Join us for a workshop on Data Optics: Recognition, Events, Crises co-organised by the Australian Cultural Data Engine, King’s Digital Lab and the Department of Digital Humanities at King’s College London.

You can register and find further details here. The event summary and schedule are also copied below.

Gaps in data and the decolonising of the historical record, queer data, data and memory, data performativity, and data ecologies are all under scrutiny. Can data deliver an alternative optics? Can data optics enable ways of seeing that are generative for new praxes and forms of recognition? This half-day symposium aims to think more about what narratives and events are recorded or created by the accumulation and manipulation of data, and to consider if and how data might facilitate responses to crises, when all else fails.

Topics to be covered include:

  • Queer data and data biases
  • Data identities, representation and visibility
  • Retro data and reproduction
  • Social registers and the everyday
  • Data sovereignty
  • Data mobility – centrality and distributions

This panel discussion will be organised around eight 10 minute talks by leading cultural data researchers, followed by ‘network provocations’ from two interlocutors designed to prompt a panel discussion.

Interested participants will be invited to participate in a funding workshop later in the week, focussed on enabling future United Kingdom – Australian collaboration.


1.00pm: Welcome

1.05pm – 1.30pm: Overview & Transnational Cultural Data Landscapes (James Smithies and Rachel Fensham)

1.30pm – 2.50pm

PANEL 1: “What are we doing with national collections in this period of decolonising data?”

  • Gabriele Salciute Civiliene (King’s College London): ‘Cultural Heritage Data Through the Lens of Geopolitical Crisis: A Case Study of Wooden Churches in Ukraine’
  • Jessica Witte (University of Edinburgh): ‘Crowdsourcing Digital Curation: An Exploration of the Internet Archive’s Text Collections’
  • Patricia Murrieta Flores (Lancaster University): ’Can we ever reach decolonial Artificial Intelligence’
  • Chris Hay (Flinders University): ‘Six Degrees of Simon Stone: Decentring the Auteur’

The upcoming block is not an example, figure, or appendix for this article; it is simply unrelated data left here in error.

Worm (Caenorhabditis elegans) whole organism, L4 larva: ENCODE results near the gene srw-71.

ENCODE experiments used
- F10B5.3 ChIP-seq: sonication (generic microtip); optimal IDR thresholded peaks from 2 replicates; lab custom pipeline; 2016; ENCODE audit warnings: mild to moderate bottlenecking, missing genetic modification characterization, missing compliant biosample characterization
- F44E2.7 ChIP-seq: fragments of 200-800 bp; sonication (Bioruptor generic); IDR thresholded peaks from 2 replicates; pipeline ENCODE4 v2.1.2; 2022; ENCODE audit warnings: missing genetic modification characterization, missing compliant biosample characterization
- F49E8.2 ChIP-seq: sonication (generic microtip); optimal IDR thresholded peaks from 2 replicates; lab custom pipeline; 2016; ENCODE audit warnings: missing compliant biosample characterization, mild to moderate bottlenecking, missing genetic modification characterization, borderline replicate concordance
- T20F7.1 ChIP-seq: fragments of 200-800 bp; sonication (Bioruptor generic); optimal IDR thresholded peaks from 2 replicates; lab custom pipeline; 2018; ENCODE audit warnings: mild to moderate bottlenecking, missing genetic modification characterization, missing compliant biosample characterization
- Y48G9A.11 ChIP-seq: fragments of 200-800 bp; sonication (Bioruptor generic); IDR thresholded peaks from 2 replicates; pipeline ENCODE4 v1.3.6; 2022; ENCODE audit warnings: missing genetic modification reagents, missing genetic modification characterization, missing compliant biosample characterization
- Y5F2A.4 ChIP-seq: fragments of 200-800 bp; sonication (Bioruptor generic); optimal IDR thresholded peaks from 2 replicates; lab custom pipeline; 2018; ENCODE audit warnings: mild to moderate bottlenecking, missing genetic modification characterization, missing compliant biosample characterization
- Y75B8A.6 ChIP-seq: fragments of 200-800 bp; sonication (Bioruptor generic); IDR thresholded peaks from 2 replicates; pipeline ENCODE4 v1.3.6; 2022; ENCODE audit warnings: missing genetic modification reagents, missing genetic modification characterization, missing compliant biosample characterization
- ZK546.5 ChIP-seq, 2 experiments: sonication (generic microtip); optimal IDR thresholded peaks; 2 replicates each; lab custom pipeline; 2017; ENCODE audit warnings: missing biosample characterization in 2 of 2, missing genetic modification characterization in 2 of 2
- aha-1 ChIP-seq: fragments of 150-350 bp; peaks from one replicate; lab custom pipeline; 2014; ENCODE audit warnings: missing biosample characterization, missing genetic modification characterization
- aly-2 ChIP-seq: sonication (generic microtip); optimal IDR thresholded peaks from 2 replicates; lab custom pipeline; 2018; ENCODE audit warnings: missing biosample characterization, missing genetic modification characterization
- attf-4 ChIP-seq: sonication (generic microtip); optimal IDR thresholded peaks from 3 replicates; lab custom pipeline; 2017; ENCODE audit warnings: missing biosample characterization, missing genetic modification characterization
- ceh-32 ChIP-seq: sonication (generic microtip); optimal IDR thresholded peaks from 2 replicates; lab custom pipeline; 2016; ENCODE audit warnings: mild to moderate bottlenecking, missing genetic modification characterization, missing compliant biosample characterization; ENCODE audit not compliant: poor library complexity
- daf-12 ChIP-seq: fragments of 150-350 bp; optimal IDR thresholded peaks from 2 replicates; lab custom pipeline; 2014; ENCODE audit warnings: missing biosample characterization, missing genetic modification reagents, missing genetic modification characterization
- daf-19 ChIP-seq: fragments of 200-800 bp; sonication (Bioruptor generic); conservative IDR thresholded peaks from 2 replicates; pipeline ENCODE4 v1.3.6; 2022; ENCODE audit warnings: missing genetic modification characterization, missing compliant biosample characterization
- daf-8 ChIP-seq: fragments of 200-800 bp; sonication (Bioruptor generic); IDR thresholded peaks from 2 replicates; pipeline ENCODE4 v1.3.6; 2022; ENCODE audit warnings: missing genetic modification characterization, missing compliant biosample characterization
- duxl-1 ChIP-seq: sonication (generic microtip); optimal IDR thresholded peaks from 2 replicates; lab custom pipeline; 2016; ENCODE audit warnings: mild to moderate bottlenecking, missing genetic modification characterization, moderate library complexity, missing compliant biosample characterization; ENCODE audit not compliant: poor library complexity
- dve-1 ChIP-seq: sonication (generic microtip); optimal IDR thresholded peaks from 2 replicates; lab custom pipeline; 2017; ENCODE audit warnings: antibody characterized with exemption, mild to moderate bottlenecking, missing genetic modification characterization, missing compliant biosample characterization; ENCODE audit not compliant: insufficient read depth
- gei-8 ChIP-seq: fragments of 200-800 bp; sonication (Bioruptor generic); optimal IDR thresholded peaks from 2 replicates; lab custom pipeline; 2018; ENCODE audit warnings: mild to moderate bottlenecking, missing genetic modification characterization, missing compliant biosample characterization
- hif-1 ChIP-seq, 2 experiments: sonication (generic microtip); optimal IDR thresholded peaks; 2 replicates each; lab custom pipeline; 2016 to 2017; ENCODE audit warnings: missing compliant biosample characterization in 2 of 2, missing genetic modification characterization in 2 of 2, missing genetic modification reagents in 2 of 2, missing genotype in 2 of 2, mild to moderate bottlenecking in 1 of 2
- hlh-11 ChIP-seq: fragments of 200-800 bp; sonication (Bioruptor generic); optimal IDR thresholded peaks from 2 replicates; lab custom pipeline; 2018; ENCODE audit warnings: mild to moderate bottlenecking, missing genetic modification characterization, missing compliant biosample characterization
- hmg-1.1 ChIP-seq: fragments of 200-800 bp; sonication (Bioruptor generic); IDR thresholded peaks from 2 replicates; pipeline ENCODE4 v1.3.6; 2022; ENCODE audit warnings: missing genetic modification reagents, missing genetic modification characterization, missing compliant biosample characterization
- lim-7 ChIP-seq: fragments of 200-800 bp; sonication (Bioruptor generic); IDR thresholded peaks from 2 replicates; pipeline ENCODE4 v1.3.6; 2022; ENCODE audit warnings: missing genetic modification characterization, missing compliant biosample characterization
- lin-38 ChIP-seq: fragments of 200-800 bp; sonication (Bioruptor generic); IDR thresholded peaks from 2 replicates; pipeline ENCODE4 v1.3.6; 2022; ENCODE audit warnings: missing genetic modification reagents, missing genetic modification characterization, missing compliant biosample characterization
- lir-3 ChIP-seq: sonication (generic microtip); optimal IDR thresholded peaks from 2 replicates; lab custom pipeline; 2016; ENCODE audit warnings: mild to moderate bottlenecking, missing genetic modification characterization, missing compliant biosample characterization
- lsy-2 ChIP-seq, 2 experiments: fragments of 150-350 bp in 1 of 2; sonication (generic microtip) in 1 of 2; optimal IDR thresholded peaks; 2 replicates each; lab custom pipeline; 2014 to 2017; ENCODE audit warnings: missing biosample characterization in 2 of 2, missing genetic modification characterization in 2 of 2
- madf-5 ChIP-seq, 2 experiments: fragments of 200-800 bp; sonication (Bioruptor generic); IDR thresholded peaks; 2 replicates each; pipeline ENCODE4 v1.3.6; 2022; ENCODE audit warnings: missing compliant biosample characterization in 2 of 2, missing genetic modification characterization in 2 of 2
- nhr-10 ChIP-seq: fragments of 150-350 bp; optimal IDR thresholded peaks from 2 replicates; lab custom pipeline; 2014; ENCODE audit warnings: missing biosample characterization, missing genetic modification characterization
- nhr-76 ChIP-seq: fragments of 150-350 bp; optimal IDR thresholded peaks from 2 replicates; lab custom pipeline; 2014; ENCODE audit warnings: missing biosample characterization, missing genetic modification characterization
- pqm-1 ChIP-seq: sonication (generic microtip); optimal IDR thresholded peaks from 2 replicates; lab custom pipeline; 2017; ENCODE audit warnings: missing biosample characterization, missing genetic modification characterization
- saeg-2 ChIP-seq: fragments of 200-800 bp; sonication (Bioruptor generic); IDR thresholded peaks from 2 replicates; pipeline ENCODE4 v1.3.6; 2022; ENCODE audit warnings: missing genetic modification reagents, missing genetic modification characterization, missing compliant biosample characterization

2.50pm – 3.00pm: Break

3.00pm – 4.30pm

PANEL 2: “In what ways are advanced technologies shifting how we consider historical and contemporary data representations?”

  • Laura Gibson (King’s College London): TBC
  • Scott Wark (University of Kent): ‘How to find what’s not there: Data’s present absences’
  • Zeena Feldman (King’s College London): ‘New and Old: On Technologies of Migrant Storytelling’
  • Tyne Daile Sumner (University of Melbourne): ‘Australian Cultural Data: Biography, Politics, Gender’

4.30pm – 5.00pm: Responses & discussion

About ACD-Engine

The Australian Cultural Data Engine is a multidisciplinary project based at the University of Melbourne that harnesses leading cultural databases to analyse cultural production, artistic networks, and the socio-economic implications of arts and cultural data. We aim to improve the quality of cultural data available to researchers, industry and government and to facilitate interoperability across platforms, systems and regions.

About King’s Digital Lab

King’s Digital Lab (KDL) is based in the Faculty of Arts at King’s College London. We are more than software developers: we are Research Software Engineers (RSEs) with decades of collective experience working with researchers from a variety of disciplines to achieve their goals. We develop research solutions iteratively, using a range of tools and processes that can handle the most common challenges of digital research in the humanities and social sciences. We build resources designed to answer questions, store content, publish results, and push the boundaries of computationally- intensive research.

King’s Department of Digital Humanities

Digital Humanities, in one form or another, has been researched, studied and taught at King’s College London since the 1970s. With over 700 postgraduate and undergraduate students currently enrolled in courses in the Department, many seek the skills to acquire, analyse, interpret and present computational data. Our large range of undergraduate and postgraduate modules encourage students to engage in critical inquiry with and about the digital.

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